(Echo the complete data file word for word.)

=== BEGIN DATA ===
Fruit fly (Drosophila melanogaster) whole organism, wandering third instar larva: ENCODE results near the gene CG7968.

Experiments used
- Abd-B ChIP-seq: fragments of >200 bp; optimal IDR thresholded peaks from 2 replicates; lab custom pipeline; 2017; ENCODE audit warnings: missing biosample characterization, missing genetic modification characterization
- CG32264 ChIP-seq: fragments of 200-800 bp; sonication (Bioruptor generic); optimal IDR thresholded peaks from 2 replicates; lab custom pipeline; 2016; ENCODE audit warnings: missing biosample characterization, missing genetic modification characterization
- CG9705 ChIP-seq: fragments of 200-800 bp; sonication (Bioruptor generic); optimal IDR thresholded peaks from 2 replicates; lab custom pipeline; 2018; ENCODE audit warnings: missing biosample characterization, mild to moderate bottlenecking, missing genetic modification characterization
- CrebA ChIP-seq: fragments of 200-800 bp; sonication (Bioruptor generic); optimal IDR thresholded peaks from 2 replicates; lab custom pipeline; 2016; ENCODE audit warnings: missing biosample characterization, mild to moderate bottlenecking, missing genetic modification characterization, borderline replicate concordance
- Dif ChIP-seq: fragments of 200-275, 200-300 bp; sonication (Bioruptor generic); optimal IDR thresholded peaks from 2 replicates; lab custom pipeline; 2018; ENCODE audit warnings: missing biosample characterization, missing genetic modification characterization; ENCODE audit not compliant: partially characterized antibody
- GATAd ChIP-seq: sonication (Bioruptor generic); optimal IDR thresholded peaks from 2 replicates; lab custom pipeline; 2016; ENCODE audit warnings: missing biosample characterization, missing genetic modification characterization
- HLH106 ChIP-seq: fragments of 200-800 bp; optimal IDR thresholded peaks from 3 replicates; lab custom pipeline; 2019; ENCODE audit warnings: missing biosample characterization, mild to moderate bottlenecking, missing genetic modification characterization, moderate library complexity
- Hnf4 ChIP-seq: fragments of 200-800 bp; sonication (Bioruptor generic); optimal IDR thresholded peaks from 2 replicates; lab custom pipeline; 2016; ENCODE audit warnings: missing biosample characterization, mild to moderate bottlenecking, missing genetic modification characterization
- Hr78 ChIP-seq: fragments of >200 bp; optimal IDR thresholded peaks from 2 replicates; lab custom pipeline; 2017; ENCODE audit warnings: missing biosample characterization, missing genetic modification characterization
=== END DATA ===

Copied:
Fruit fly (Drosophila melanogaster) whole organism, wandering third instar larva: ENCODE results near the gene CG7968.

Experiments used
- Abd-B ChIP-seq: fragments of >200 bp; optimal IDR thresholded peaks from 2 replicates; lab custom pipeline; 2017; ENCODE audit warnings: missing biosample characterization, missing genetic modification characterization
- CG32264 ChIP-seq: fragments of 200-800 bp; sonication (Bioruptor generic); optimal IDR thresholded peaks from 2 replicates; lab custom pipeline; 2016; ENCODE audit warnings: missing biosample characterization, missing genetic modification characterization
- CG9705 ChIP-seq: fragments of 200-800 bp; sonication (Bioruptor generic); optimal IDR thresholded peaks from 2 replicates; lab custom pipeline; 2018; ENCODE audit warnings: missing biosample characterization, mild to moderate bottlenecking, missing genetic modification characterization
- CrebA ChIP-seq: fragments of 200-800 bp; sonication (Bioruptor generic); optimal IDR thresholded peaks from 2 replicates; lab custom pipeline; 2016; ENCODE audit warnings: missing biosample characterization, mild to moderate bottlenecking, missing genetic modification characterization, borderline replicate concordance
- Dif ChIP-seq: fragments of 200-275, 200-300 bp; sonication (Bioruptor generic); optimal IDR thresholded peaks from 2 replicates; lab custom pipeline; 2018; ENCODE audit warnings: missing biosample characterization, missing genetic modification characterization; ENCODE audit not compliant: partially characterized antibody
- GATAd ChIP-seq: sonication (Bioruptor generic); optimal IDR thresholded peaks from 2 replicates; lab custom pipeline; 2016; ENCODE audit warnings: missing biosample characterization, missing genetic modification characterization
- HLH106 ChIP-seq: fragments of 200-800 bp; optimal IDR thresholded peaks from 3 replicates; lab custom pipeline; 2019; ENCODE audit warnings: missing biosample characterization, mild to moderate bottlenecking, missing genetic modification characterization, moderate library complexity
- Hnf4 ChIP-seq: fragments of 200-800 bp; sonication (Bioruptor generic); optimal IDR thresholded peaks from 2 replicates; lab custom pipeline; 2016; ENCODE audit warnings: missing biosample characterization, mild to moderate bottlenecking, missing genetic modification characterization
- Hr78 ChIP-seq: fragments of >200 bp; optimal IDR thresholded peaks from 2 replicates; lab custom pipeline; 2017; ENCODE audit warnings: missing biosample characterization, missing genetic modification characterization